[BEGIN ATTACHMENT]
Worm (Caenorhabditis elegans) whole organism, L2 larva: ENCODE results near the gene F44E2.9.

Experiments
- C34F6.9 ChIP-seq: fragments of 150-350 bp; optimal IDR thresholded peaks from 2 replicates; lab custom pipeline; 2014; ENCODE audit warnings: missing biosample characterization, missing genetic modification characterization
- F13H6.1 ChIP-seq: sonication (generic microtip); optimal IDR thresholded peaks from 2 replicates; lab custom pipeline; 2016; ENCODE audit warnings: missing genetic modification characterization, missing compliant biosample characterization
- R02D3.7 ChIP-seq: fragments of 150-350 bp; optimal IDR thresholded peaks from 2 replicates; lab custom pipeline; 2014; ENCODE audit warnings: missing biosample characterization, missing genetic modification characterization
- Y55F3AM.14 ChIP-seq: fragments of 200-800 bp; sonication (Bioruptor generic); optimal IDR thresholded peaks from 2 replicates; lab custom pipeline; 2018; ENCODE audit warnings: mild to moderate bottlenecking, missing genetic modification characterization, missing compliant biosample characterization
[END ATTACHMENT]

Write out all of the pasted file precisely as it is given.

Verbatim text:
Worm (Caenorhabditis elegans) whole organism, L2 larva: ENCODE results near the gene F44E2.9.

Experiments
- C34F6.9 ChIP-seq: fragments of 150-350 bp; optimal IDR thresholded peaks from 2 replicates; lab custom pipeline; 2014; ENCODE audit warnings: missing biosample characterization, missing genetic modification characterization
- F13H6.1 ChIP-seq: sonication (generic microtip); optimal IDR thresholded peaks from 2 replicates; lab custom pipeline; 2016; ENCODE audit warnings: missing genetic modification characterization, missing compliant biosample characterization
- R02D3.7 ChIP-seq: fragments of 150-350 bp; optimal IDR thresholded peaks from 2 replicates; lab custom pipeline; 2014; ENCODE audit warnings: missing biosample characterization, missing genetic modification characterization
- Y55F3AM.14 ChIP-seq: fragments of 200-800 bp; sonication (Bioruptor generic); optimal IDR thresholded peaks from 2 replicates; lab custom pipeline; 2018; ENCODE audit warnings: mild to moderate bottlenecking, missing genetic modification characterization, missing compliant biosample characterization